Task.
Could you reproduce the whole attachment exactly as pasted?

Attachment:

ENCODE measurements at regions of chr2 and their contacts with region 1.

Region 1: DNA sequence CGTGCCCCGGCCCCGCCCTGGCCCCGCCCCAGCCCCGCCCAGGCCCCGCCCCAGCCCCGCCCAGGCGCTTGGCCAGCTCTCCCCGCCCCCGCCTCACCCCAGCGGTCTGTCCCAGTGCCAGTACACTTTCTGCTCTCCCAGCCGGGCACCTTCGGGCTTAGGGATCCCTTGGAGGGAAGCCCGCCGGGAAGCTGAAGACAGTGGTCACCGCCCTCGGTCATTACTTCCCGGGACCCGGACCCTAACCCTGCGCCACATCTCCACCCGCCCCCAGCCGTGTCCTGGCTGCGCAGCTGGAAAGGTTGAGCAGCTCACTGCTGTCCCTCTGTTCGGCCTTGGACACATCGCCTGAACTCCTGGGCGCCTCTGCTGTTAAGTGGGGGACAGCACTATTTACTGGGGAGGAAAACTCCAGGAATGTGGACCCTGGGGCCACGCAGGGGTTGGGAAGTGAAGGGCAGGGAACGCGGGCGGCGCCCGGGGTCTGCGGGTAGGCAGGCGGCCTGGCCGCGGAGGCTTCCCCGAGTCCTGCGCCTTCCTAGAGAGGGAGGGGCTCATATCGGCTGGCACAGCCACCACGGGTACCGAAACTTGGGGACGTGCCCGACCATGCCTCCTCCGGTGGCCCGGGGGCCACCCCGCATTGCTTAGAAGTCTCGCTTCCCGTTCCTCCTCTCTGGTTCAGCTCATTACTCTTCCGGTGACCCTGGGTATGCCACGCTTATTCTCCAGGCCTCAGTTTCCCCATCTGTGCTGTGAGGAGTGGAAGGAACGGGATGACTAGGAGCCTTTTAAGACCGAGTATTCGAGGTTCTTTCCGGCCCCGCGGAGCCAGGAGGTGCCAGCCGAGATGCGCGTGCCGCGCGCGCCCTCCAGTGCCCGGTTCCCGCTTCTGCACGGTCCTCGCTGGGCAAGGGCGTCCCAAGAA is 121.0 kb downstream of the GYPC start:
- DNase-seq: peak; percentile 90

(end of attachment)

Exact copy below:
ENCODE measurements at regions of chr2 and their contacts with region 1.

Region 1: DNA sequence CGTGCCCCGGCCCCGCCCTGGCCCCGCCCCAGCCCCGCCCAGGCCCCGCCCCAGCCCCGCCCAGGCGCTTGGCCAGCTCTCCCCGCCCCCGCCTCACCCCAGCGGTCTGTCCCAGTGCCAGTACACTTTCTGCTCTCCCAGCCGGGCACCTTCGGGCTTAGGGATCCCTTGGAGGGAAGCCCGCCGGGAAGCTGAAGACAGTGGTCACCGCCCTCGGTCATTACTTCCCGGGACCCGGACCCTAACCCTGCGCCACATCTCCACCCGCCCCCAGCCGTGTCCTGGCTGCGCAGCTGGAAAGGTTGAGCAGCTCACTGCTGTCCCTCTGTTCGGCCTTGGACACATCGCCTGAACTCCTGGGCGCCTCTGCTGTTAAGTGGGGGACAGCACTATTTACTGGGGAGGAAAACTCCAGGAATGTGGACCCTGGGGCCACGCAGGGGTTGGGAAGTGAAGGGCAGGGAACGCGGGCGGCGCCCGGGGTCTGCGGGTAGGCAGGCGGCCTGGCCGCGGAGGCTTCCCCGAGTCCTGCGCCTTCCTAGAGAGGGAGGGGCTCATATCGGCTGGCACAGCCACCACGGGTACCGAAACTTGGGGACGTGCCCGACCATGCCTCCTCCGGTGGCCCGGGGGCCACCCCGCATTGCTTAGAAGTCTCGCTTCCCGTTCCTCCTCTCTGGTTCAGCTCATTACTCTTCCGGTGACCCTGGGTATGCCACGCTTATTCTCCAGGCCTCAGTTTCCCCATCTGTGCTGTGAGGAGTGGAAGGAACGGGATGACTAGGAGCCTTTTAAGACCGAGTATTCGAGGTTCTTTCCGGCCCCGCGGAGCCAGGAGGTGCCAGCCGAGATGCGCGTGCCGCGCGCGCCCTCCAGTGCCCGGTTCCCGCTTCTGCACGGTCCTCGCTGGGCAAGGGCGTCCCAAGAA is 121.0 kb downstream of the GYPC start:
- DNase-seq: peak; percentile 90